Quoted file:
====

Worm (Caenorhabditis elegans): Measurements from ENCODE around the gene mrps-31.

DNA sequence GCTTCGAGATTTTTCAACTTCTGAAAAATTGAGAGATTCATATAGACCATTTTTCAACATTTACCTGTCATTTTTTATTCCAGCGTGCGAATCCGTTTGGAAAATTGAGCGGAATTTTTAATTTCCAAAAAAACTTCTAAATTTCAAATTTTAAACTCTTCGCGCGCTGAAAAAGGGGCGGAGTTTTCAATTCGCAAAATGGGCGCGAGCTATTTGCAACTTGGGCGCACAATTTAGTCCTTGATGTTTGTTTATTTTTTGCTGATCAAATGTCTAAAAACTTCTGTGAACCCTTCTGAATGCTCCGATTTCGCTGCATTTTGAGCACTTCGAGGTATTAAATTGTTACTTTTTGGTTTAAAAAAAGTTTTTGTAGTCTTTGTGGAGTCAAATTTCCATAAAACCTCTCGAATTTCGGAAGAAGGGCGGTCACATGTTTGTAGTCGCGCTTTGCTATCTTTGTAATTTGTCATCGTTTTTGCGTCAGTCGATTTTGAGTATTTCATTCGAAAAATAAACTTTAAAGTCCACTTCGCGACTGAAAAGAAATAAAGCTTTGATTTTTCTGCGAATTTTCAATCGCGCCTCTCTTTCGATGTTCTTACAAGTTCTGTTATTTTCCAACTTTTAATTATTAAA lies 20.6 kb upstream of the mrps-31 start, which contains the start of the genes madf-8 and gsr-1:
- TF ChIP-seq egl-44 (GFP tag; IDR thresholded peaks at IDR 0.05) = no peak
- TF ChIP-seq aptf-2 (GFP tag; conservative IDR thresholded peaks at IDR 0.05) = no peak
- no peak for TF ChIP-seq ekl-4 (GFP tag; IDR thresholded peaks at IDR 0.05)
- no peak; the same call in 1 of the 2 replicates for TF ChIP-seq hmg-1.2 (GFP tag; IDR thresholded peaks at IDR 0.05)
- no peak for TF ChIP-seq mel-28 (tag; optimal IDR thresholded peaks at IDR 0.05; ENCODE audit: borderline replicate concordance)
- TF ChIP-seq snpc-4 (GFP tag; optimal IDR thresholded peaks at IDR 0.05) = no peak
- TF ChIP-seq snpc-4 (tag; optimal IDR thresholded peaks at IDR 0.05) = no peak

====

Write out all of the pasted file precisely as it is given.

Worm (Caenorhabditis elegans): Measurements from ENCODE around the gene mrps-31.

DNA sequence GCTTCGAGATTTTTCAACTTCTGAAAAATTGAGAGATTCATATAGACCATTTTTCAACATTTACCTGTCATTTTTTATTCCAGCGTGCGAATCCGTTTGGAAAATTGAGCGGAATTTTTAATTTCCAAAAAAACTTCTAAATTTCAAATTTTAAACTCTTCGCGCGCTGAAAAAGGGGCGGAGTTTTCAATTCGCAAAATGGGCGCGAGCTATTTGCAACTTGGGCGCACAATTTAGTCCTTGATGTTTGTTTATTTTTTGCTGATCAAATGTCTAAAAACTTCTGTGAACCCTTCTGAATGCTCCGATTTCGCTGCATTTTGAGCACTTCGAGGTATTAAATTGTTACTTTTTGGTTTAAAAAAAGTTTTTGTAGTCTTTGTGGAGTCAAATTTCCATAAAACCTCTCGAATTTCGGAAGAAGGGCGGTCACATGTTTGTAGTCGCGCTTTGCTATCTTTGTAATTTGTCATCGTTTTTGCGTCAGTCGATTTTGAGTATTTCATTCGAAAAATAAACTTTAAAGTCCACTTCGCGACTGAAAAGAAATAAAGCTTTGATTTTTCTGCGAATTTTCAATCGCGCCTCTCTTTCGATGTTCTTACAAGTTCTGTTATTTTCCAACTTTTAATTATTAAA lies 20.6 kb upstream of the mrps-31 start, which contains the start of the genes madf-8 and gsr-1:
- TF ChIP-seq egl-44 (GFP tag; IDR thresholded peaks at IDR 0.05) = no peak
- TF ChIP-seq aptf-2 (GFP tag; conservative IDR thresholded peaks at IDR 0.05) = no peak
- no peak for TF ChIP-seq ekl-4 (GFP tag; IDR thresholded peaks at IDR 0.05)
- no peak; the same call in 1 of the 2 replicates for TF ChIP-seq hmg-1.2 (GFP tag; IDR thresholded peaks at IDR 0.05)
- no peak for TF ChIP-seq mel-28 (tag; optimal IDR thresholded peaks at IDR 0.05; ENCODE audit: borderline replicate concordance)
- TF ChIP-seq snpc-4 (GFP tag; optimal IDR thresholded peaks at IDR 0.05) = no peak
- TF ChIP-seq snpc-4 (tag; optimal IDR thresholded peaks at IDR 0.05) = no peak